Yes, and that person will be the inventor of some robot or other.

Good to see a More or Less story on HN. For those who don't follow it, it is basically either a UK current affairs show for the mildly autistic, or a regular open university maths and economics lecture - http://www.bbc.co.uk/programmes/b006qshd

I really hate this trend for describing anything somewhat intellectual as 'autistic'.

Yes, but psychologists love it -- it's bread on their table. Anyone sufficiently to the right of the mean I.Q. can be diagnosed on the autism spectrum, and be put into pointless therapy.

I don't really understand this view of therapy. In my experience, it's something you choose for yourself, because you recognize the need. The odds that you receive a psychiatric evaluation against your will and be compelled into therapy are amazingly slim. Especially for something like 'autism-spectrum' disorders, where the majority of sufferers appear to be high-functioning.

> I don't really understand this view of therapy. In my experience, it's something you choose for yourself, because you recognize the need.

That would be nice, but it doesn't reflect reality. In schools, children are frequently given autism spectrum diagnoses against their better interests, or wishes, or the wishes of their parents (but not always -- sometimes parents force these things on their children). But the patient's wishes are often the lowest priority.

Ideally, people would volunteer for therapy solely on issues they choose for themselves. But this isn't how clinical psychology works in modern times. Schools have a vested interest in getting diagnoses, because special-education funds are only available for those with a diagnosis.

The reason Asperger's is being abandoned is because it was applied in exactly the way described above, until everyone realized it was a scam -- even the therapists who benefited the most. Now it's slated for removal from the next edition of the DSM, and further, the diagnosis criteria for autism spectrum is being reworked to prevent another epidemic of nonsense diagnoses such as we have just seen.

> The odds that you receive a psychiatric evaluation against your will and be compelled into therapy are amazingly slim.

On the contrary, it's an everyday occurrence, especially among children, who aren't mature enough to realize that psychologists aren't doctors.

> Especially for something like 'autism-spectrum' disorders, where the majority of sufferers appear to be high-functioning.

Yes, and that is the present problem area -- bogus diagnoses, using vague criteria that can be applied to nearly anyone, with obvious advantages to everyone except the patient.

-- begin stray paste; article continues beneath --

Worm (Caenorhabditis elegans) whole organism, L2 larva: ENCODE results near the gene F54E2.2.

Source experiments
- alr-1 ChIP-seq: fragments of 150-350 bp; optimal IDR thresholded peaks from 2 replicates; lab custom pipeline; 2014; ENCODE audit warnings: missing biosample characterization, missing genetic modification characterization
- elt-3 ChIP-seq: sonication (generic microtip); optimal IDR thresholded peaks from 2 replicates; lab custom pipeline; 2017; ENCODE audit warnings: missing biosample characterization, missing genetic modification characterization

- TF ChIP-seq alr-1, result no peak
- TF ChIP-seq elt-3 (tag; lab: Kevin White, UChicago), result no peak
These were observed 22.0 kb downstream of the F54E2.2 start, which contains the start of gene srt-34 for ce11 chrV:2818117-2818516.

Mental health professionals, aware that autism spectrum diagnoses are out of control and no longer have any connection to reality, have joined an American Psychological Association task force charged with redefining ASD to stem the tide of nonsense diagnoses. One of those behind the redefinition effort (Dr. Fred Volkmar, director of the Child Study Center at the Yale School of Medicine) says of the diagnosis surge, "We would nip it in the bud."

You seem to be referring to info and quotes from this NY Times article


Dr. Volkmar --who you quoted-- is actually against the redefinition and is arguing that the redefinition hides people who do suffer from genuine conditions.

Here is a Yale interview of Dr. Volkmar that left me with a far different impression than the NY Times article:


And this:


> Dr. Volkmar --who you quoted-- is actually against the redefinition and is arguing that the redefinition hides people who do suffer from genuine conditions.

So that would be why Volkmar is serving on a task force charged with responsiblity for redefining ASD? That would be why he has been quoted as saying his committee would address the ASD diagnosis epidemic and "nip it in the bud"?


Quote: "The changes would narrow the diagnosis so much that it could effectively end the autism surge, said Dr. Fred R. Volkmar, director of the Child Study Center at the Yale School of Medicine and an author of the new analysis of the proposal. “We would nip it in the bud.”" (Emphasis added.)

To make this perfectly clear, Dr. Volkmar is an advocate of this change, and is one of the leaders of the activity.

"... Asperger's is being abandoned.... Now it's slated for removal from the next edition of the DSM"

REALLY??! Wow. I sure thought I was seeing a bunch of misguided hullabaloo, but I'm surprised to see the "industry" itself is aware of it and addressing it. Do you have a link or any kind of substantiation?

> Do you have a link or any kind of substantiation?


The above is just one of the many links to this topic -- here's another:


It's important to say that DSM-V (the new edition of the diagnostic manual) is being compiled in secret, contrary to the open nature of science, and demonstrating that the psychological community are circling the wagons against what is certain to be a storm of criticism once it's published (slated for May 2013).

One of the tidbits that has slipped out of the secret process is that grief over the loss of a loved one will qualify for a depression diagnosis, which will allow the prescribing of drugs to treat this new "mental illness."

Further reading: http://arachnoid.com/trouble_with_psychology

    >Asperger’s syndrome... will be folded into a single broad diagnosis, autism spectrum disorder
^ FTA quoted as a source. It's not going anywhere, just re-labelling. There are definitely things behind AS, it's certainly not all just 'hullabaloo', even if a lot of cases might be.